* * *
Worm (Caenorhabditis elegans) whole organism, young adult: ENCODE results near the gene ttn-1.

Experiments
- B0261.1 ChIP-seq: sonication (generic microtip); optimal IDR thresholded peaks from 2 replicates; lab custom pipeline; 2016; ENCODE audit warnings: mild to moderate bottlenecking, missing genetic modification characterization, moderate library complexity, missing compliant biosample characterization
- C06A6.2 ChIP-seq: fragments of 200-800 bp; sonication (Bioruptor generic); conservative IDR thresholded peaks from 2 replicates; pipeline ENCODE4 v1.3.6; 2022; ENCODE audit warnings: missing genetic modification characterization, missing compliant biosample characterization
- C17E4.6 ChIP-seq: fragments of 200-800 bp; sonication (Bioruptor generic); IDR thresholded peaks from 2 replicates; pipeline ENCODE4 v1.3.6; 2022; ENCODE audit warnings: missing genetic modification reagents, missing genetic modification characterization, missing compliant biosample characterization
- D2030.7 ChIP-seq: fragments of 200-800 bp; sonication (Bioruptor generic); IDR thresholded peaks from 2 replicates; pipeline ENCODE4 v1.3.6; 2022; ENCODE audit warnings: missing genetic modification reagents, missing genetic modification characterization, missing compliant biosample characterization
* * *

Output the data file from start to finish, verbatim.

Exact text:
Worm (Caenorhabditis elegans) whole organism, young adult: ENCODE results near the gene ttn-1.

Experiments
- B0261.1 ChIP-seq: sonication (generic microtip); optimal IDR thresholded peaks from 2 replicates; lab custom pipeline; 2016; ENCODE audit warnings: mild to moderate bottlenecking, missing genetic modification characterization, moderate library complexity, missing compliant biosample characterization
- C06A6.2 ChIP-seq: fragments of 200-800 bp; sonication (Bioruptor generic); conservative IDR thresholded peaks from 2 replicates; pipeline ENCODE4 v1.3.6; 2022; ENCODE audit warnings: missing genetic modification characterization, missing compliant biosample characterization
- C17E4.6 ChIP-seq: fragments of 200-800 bp; sonication (Bioruptor generic); IDR thresholded peaks from 2 replicates; pipeline ENCODE4 v1.3.6; 2022; ENCODE audit warnings: missing genetic modification reagents, missing genetic modification characterization, missing compliant biosample characterization
- D2030.7 ChIP-seq: fragments of 200-800 bp; sonication (Bioruptor generic); IDR thresholded peaks from 2 replicates; pipeline ENCODE4 v1.3.6; 2022; ENCODE audit warnings: missing genetic modification reagents, missing genetic modification characterization, missing compliant biosample characterization